Advancements in deep learning, virtual reality (VR), and artificial intelligence (AI) may signal an end to issues engrained within the practice of clinical psychology — such as subjectivity and the difficulty of conducting large-scale studies — perhaps leading us into a new era of diagnosing and treating mental disorders.
This new branch of study is known as computational psychiatry. It operates on the tenet that researchers can better understand and treat mental illnesses using the aforementioned technologies. Application vary, but some researchers in the field apply mathematical theories of cognition to data mined from long-standing observations to effectively diagnose and predict cognition, while others use virtual experiments to enable the pure study of human behavior.
Sarah Fineburg of Yale University in New Haven recently published a study that used computational psychiatry to explore borderline personality disorder (BPD), a condition that the National Institute of Mental Health (NIMH) reports includes symptoms such as “ongoing instability in moods, behaviors, self-image, and functioning,” as well as “impulsive actions and unstable relationships.”
For her study, Fineburg observed the responses of people with BPD to events in virtual environments. She used a game called Cyberball in which avatars pass a ball to one another, with the patient in control of one avatar. Though they believe the remaining avatars are controlled by other people, their actions are actually determined by computer systems.
The game allowed Fineburg to monitor the patients’ emotional responses to the frequency with which they were passed the ball. She found that BPD sufferers experienced greater feelings of rejection than non-sufferers when they did not receive the ball, and they also experienced more negative feelings than non-sufferers even when they received the ball more often than the other avatars.
Not only can computational psychiatry be used to study the emotions of BPD patients, it can also help researchers understand their language use, which some have posited was different from that of non-sufferers. However, the data was previously too vast to analyze.“We and others have identified language features that mark psychological states and traits,” Fineberg told MIT Technology Review. “Computational models based on word-use patterns can predict which writers have psychosis or will progress to psychosis.”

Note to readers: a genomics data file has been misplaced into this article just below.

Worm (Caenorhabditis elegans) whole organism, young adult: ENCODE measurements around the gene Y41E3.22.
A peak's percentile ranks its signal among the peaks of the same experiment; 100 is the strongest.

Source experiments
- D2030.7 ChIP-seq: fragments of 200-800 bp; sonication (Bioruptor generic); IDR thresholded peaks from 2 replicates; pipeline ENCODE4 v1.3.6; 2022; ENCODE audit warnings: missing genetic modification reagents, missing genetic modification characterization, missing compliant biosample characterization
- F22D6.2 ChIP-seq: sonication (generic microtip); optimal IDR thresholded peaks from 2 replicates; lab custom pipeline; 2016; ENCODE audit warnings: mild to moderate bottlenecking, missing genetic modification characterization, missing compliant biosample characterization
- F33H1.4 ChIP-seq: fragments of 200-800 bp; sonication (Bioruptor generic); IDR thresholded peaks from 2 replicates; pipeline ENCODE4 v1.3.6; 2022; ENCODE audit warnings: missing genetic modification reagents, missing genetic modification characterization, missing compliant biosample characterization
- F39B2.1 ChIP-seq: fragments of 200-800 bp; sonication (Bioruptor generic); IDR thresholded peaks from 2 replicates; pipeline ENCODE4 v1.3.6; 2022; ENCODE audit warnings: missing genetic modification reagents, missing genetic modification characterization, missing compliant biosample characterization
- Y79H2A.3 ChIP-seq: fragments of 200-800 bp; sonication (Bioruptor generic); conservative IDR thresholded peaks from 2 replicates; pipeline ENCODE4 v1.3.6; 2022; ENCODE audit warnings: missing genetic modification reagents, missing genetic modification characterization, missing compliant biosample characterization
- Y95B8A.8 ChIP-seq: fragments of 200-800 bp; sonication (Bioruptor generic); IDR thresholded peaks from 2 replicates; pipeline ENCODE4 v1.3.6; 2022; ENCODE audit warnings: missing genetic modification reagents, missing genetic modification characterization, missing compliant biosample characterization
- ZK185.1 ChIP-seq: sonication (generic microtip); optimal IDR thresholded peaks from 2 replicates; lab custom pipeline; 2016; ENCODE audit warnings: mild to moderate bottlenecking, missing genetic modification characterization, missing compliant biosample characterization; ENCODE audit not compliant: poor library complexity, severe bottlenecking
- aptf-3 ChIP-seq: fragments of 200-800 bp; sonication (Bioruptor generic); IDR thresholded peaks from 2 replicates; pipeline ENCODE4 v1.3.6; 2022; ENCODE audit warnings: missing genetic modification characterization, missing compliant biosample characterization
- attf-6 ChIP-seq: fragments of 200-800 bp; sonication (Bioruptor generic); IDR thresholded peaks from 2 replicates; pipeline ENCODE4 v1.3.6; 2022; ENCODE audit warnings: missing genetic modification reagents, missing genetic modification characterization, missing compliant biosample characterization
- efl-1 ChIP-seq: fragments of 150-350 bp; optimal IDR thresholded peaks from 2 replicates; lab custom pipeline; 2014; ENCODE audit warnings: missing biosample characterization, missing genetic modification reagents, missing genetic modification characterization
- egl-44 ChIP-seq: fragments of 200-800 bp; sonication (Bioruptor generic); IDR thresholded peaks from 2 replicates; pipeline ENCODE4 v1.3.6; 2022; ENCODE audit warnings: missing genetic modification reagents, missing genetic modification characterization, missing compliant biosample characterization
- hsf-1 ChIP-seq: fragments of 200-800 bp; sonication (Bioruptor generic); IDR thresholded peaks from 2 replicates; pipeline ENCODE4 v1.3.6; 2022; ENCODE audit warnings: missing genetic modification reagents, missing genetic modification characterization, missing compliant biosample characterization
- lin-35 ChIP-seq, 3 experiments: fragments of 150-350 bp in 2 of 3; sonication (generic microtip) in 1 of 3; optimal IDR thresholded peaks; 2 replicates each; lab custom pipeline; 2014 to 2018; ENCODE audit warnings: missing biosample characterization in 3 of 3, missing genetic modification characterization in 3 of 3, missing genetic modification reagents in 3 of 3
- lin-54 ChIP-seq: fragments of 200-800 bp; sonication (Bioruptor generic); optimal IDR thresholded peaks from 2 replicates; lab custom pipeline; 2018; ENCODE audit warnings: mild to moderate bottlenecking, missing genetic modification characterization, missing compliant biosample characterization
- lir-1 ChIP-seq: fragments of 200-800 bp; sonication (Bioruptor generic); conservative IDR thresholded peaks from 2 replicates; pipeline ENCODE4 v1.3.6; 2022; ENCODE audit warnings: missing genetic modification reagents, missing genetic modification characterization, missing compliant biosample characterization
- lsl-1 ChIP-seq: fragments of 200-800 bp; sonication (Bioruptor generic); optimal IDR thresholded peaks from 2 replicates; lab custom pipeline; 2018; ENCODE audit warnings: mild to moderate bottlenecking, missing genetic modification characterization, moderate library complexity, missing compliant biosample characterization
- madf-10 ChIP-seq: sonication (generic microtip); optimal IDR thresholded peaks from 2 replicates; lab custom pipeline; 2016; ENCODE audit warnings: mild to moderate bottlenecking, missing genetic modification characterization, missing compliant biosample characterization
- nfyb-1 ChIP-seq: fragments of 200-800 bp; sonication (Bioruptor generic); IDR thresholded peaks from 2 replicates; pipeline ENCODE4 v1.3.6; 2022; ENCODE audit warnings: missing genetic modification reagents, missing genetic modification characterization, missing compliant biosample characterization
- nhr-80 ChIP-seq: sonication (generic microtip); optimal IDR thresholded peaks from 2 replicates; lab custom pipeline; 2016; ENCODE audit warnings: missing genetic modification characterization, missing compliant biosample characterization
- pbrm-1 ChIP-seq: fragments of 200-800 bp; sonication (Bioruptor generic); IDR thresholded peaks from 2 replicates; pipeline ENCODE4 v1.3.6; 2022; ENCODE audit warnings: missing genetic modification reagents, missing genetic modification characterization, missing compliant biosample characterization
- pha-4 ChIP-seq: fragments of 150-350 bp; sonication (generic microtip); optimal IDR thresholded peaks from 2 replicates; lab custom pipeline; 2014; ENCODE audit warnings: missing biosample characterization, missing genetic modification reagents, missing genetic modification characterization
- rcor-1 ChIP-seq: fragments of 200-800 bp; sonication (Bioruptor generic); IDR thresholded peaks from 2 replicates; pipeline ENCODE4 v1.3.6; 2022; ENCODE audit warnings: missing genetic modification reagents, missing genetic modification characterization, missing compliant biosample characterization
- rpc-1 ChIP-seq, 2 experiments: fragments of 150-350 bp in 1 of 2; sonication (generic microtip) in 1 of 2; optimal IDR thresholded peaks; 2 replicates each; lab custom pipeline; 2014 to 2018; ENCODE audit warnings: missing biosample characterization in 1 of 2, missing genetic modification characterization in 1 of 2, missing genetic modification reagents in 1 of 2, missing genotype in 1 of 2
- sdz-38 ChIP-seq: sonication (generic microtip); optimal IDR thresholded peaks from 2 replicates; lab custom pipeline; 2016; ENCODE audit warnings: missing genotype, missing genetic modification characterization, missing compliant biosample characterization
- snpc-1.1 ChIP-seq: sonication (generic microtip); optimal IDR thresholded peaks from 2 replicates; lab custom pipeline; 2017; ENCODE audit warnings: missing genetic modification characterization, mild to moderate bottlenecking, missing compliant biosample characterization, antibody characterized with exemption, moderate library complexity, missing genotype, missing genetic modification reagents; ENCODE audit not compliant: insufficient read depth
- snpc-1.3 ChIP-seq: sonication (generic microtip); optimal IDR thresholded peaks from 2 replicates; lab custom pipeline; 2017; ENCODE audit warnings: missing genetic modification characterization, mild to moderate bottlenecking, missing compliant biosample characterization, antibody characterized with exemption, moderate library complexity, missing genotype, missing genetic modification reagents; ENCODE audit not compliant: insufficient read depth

The two strands of computation psychiatry explored by Fineburg — using virtual environments as clinical spaces and using AI to find patterns in large swathes of data — are being used by other researchers to study other disorders.
The use of AI to diagnose disorders and recommend treatments has gained traction in the world of apps, which are acting as “virtual psychotherapists” to treat a variety of mental disorders.
A prime example is Woebot, a chatbot that uses cognitive behavioral therapy principles to help combat depression. The results from a small test of the app were promising, with the majority of users reporting a significant reduction in depression symptoms. Alison Darcy, a lecturer at Stanford who pioneered the app, told Business Insider, “The data blew us away. We were like, this is it.”
The app does have the potential to help people, but there are also some inherent problems with it. Due to the novelty of such systems, no one has yet studied whether or not psychiatric interactions with a computer over an extended period of time are beneficial for patients. Darcy’s study only had 70 total participants and lasted just two weeks, which is likely too short a time period to produce any certainty about the app’s impact.
Virtual environments seem to have fewer pitfalls when used for psychiatric studies. The whole idea of psychology is to study how a person’s perception colors empirical data, so if the senses are sufficiently fooled into believing a virtual scenario is “real,” the results of a VR supported study are just as valid as one conducted in the real world.
In fact, these environments give researchers the ability to learn more than they could from a traditional environment as the VR world can be modified in virtually limitless ways. This enables the study of events that may not be possible in the real world, which gives the researchers a more robust data pool and potentially more clarity on their patient’s cognition.
Indeed, virtual realities and digital environments have already demonstrated their ability to help researchers study and even treat mental disorders. VR can be used to help ex-soldiers overcome symptoms of PTSD, and it has also been shown to help people overcome depression by increasing their self-compassion.
Computational psychiatry could potentially help millions of people, but as with anything that involves the brain, we must careful in how we apply this technology. Without knowing precisely what effect these treatments can have on the mind, we set ourselves up to potentially do more harm than good.